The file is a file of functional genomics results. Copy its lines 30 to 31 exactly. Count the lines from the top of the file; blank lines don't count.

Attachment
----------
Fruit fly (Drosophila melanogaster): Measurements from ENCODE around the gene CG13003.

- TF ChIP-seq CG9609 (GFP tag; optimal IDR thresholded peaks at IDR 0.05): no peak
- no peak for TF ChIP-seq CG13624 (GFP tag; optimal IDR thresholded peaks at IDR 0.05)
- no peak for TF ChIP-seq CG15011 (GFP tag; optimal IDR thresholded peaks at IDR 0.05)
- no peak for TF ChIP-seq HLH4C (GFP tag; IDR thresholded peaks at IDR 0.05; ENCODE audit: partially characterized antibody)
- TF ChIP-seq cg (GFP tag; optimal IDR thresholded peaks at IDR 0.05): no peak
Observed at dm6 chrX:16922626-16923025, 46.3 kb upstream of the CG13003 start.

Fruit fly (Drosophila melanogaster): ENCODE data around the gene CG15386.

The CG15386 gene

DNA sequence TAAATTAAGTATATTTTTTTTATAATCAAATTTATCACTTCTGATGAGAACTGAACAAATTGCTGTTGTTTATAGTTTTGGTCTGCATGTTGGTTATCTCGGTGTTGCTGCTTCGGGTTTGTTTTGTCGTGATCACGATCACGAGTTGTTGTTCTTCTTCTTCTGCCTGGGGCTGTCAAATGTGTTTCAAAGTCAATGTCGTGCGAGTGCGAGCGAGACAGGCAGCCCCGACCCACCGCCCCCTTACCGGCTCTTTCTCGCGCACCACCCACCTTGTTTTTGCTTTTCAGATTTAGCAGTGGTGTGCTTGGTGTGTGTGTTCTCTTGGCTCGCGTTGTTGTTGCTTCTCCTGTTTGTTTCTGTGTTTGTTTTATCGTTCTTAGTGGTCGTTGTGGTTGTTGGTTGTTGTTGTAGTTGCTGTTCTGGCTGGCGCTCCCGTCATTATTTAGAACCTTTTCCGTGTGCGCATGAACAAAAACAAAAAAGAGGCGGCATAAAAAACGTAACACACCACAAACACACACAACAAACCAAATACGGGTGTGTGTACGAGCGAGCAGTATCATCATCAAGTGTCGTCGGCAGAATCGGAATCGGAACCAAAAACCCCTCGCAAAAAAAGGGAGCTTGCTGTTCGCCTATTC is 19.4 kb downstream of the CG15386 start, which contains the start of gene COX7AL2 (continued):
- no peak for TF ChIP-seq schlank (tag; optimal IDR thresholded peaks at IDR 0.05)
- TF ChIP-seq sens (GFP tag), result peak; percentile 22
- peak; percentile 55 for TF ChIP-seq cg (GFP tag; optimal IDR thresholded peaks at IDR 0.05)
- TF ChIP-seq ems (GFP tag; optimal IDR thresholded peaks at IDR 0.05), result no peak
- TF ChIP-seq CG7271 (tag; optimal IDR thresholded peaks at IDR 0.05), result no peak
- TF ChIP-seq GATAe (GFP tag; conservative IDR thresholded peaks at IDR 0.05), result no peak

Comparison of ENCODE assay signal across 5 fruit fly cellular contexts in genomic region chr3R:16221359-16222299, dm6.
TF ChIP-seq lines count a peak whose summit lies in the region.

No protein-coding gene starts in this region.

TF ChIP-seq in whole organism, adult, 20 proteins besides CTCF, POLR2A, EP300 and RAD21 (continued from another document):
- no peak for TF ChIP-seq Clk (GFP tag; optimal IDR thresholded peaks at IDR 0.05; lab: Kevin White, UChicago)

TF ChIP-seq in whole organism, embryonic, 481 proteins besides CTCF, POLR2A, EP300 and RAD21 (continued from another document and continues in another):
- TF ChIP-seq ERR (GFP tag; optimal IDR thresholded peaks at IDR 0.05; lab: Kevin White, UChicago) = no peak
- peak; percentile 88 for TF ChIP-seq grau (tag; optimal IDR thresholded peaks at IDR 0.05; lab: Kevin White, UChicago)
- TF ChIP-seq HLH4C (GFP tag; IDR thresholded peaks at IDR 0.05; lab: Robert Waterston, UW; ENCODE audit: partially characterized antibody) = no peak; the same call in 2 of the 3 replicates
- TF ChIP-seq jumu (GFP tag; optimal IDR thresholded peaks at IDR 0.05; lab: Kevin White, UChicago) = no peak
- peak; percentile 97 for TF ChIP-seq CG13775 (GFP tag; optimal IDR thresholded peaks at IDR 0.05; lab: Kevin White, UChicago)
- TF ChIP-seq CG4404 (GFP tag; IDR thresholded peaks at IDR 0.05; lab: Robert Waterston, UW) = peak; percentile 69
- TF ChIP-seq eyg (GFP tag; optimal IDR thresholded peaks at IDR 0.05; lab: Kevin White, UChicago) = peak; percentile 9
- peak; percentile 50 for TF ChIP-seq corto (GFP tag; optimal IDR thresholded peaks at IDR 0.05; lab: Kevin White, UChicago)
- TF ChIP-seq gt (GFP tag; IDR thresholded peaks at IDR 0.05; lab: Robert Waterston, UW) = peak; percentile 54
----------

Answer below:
- peak; percentile 50 for TF ChIP-seq corto (GFP tag; optimal IDR thresholded peaks at IDR 0.05; lab: Kevin White, UChicago)
- TF ChIP-seq gt (GFP tag; IDR thresholded peaks at IDR 0.05; lab: Robert Waterston, UW) = peak; percentile 54